EU officials have expressed their disappointment at the Swiss referendum result.
France described the outcome as “worrying”, whilst German Foreign Minister Frank-Walter Steinmeier said the outcome was against Switzerland’s own economic interests.
“Quite simply because Switzerland makes a living from the reputation as an open country in the middle of Europe,” Berlin’s top diplomat told reporters in Brussels.
“Secondly, because the economic success of Switzerland in recent years has always been dependent on enough skilled immigration coming from neighbouring EU countries.”
Steinmeier’s counterpart from Luxembourg, Jean Asselborn, warned the Swiss that cannot cherry-pick which EU benefits that should apply in their country.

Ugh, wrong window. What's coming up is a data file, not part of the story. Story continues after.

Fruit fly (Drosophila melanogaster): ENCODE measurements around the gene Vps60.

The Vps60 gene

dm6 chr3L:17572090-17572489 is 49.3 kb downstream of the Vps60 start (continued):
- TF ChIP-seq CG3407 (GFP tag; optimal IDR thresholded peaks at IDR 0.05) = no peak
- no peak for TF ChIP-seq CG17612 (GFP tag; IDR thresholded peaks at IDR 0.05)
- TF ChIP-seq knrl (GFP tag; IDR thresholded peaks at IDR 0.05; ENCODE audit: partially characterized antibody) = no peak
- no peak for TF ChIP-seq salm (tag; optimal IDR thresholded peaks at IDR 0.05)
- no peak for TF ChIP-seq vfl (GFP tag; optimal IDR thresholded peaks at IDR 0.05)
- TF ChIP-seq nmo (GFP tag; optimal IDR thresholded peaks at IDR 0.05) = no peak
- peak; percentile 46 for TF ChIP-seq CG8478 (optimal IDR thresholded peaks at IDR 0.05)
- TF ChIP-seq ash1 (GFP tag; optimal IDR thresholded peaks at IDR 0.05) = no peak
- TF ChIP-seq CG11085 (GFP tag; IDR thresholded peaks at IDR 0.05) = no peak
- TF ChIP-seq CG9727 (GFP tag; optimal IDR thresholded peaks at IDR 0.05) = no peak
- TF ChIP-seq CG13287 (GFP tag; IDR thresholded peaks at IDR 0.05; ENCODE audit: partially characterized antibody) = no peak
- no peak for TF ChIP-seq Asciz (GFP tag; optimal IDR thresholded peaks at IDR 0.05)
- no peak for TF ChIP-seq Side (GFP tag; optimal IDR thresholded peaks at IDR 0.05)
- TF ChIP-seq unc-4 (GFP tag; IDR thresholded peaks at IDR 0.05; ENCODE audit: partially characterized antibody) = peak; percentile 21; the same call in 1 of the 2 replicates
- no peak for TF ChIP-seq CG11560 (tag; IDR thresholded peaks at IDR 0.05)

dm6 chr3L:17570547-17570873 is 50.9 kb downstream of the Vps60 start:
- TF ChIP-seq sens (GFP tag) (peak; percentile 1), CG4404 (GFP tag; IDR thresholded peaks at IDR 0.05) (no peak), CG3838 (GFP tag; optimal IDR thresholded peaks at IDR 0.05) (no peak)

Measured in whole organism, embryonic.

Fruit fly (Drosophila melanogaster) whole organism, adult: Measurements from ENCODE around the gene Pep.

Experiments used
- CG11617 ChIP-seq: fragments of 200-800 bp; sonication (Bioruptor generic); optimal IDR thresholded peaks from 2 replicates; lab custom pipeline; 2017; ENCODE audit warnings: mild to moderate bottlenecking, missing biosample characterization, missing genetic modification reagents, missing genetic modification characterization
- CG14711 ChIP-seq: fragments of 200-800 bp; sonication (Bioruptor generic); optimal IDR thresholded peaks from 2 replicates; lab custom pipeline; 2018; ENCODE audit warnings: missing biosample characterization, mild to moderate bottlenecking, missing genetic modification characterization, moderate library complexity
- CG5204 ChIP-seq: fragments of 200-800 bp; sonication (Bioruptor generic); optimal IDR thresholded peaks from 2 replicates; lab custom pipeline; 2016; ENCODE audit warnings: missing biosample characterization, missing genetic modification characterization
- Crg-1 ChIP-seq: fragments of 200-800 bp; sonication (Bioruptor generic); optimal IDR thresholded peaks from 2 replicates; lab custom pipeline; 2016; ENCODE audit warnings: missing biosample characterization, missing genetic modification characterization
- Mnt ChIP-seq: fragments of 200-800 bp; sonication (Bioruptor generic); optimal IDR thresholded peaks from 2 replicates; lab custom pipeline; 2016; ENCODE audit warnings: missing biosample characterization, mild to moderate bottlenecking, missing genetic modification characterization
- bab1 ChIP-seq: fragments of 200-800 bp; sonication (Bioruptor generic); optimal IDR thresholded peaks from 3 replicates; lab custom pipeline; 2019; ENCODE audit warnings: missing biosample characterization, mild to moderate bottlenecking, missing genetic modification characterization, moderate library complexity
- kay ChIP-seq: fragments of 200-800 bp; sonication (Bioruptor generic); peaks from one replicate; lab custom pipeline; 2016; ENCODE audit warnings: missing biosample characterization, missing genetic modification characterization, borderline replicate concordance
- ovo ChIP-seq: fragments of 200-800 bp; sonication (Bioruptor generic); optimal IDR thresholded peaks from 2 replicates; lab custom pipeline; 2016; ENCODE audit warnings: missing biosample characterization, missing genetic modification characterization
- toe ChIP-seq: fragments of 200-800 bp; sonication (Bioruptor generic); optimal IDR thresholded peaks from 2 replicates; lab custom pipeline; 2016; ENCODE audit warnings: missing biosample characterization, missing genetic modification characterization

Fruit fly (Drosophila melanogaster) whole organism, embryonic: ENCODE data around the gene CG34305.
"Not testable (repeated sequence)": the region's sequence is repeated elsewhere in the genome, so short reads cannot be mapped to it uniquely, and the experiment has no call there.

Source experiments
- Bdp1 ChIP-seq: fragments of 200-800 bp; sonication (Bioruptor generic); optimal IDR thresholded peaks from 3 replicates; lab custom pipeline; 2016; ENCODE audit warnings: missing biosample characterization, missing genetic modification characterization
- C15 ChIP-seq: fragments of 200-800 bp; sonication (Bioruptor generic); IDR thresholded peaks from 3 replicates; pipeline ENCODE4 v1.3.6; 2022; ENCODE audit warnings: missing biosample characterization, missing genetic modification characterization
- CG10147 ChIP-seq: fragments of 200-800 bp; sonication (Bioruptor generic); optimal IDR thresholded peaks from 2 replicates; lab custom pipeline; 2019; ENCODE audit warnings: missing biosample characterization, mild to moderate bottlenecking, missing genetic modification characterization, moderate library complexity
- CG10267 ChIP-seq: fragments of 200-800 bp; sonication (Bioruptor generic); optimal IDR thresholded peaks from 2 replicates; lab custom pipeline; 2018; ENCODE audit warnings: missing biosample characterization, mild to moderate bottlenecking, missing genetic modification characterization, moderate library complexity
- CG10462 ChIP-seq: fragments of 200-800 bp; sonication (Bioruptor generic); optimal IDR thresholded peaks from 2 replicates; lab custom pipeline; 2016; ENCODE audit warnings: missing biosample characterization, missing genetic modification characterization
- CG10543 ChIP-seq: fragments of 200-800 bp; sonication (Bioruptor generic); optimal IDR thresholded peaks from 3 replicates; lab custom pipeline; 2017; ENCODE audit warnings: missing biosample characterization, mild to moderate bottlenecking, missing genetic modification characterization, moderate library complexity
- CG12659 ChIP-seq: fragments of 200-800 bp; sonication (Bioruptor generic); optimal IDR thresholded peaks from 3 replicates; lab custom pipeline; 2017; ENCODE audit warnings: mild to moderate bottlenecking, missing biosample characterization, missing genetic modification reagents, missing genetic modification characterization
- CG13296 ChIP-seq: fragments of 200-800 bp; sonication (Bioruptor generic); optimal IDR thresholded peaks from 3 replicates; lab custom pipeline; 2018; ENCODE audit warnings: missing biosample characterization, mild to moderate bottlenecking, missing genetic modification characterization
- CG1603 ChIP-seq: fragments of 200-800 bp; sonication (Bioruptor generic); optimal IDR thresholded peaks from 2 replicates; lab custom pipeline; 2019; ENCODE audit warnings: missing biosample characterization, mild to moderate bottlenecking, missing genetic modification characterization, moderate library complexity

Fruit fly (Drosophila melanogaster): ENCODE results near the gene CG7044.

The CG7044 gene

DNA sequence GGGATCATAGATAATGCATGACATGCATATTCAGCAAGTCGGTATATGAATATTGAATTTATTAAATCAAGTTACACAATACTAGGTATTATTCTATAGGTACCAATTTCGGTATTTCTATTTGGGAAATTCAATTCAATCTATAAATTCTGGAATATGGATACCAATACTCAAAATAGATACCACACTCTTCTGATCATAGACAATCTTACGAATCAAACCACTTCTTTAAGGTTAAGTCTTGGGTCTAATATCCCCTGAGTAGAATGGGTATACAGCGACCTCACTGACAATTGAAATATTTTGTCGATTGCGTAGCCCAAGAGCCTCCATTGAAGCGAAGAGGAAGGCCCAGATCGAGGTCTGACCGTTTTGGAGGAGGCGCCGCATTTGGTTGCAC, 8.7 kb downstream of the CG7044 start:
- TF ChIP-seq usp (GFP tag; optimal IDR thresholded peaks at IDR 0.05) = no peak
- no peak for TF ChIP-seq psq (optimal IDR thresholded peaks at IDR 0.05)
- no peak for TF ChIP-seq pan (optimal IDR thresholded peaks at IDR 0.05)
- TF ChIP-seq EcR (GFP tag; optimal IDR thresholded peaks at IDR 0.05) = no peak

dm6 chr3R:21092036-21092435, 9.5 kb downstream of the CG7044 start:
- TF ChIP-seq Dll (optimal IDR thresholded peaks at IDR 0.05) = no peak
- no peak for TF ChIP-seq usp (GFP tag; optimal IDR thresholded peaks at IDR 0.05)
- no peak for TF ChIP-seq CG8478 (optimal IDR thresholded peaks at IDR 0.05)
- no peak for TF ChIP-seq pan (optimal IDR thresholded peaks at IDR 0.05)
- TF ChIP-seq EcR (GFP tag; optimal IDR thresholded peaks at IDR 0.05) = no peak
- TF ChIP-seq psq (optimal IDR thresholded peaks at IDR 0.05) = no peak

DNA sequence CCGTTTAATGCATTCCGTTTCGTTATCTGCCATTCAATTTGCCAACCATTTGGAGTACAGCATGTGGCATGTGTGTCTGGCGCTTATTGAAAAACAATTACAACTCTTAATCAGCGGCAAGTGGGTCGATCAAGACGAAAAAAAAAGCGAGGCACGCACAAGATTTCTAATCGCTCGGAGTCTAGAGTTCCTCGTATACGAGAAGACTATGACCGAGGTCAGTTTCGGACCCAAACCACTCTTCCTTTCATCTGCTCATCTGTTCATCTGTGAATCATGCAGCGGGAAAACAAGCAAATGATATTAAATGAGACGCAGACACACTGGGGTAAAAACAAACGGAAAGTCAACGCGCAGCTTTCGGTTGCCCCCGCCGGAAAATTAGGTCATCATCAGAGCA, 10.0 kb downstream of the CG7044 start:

“You can not on one hand have a privileged access to the EU internal market and on the other hand dilute free movement – the two are related, that’s clear,” he said.
Euronews’ Frederic Bouchard said the result could have serious implications for EU-Swiss relations.
“In saying ‘no’ to the free movement of people, Switzerland may have shot itself in the foot because it calls into question the bilateral agreements struck with the European Union after years of tough negotiations,” our correspondent said.
A so-called guillotine clause – which means all bilateral agreements with the EU are linked to each other – means all of them may collapse.
Our correspondent adds that this result is also a warning to the European Union.
“The Swiss vote strengthens the hand of populist and xenophobic parties in certain Member States, with just 100 days to go until the European elections,” he said.